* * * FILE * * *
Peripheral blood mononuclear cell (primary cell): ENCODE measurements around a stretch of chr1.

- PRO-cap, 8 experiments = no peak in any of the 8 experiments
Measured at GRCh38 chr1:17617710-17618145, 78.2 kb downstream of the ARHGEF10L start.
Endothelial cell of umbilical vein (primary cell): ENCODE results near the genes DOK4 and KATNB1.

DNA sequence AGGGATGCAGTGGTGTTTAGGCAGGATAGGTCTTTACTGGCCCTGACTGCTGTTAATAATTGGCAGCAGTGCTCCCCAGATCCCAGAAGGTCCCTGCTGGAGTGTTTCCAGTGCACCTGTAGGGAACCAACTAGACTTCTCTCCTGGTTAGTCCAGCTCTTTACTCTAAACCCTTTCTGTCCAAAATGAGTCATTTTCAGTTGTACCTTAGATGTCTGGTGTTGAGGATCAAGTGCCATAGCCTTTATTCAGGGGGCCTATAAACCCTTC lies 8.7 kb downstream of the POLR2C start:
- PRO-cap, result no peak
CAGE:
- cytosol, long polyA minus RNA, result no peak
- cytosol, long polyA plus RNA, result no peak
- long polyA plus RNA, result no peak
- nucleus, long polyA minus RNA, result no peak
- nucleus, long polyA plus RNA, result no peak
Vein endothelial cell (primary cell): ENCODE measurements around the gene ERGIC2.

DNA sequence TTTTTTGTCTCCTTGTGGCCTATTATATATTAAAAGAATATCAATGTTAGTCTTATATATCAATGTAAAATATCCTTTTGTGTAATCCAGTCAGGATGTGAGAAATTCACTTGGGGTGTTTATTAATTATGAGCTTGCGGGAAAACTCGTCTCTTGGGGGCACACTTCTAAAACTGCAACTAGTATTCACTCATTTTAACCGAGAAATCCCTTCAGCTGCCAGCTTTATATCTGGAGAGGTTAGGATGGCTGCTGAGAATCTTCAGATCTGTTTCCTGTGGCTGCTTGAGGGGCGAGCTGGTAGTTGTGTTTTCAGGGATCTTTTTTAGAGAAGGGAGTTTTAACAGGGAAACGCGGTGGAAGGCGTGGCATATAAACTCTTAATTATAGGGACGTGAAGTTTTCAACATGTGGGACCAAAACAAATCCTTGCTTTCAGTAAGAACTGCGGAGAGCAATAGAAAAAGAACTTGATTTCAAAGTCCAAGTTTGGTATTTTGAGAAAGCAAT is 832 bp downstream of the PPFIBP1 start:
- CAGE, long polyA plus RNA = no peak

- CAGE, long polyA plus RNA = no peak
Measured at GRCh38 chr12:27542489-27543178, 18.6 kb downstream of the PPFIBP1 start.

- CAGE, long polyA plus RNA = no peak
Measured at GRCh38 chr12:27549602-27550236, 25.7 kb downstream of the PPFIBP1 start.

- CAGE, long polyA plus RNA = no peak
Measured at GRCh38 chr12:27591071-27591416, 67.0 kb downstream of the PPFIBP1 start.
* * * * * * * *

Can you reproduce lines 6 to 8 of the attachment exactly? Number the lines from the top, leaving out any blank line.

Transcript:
- PRO-cap, result no peak
CAGE:
- cytosol, long polyA minus RNA, result no peak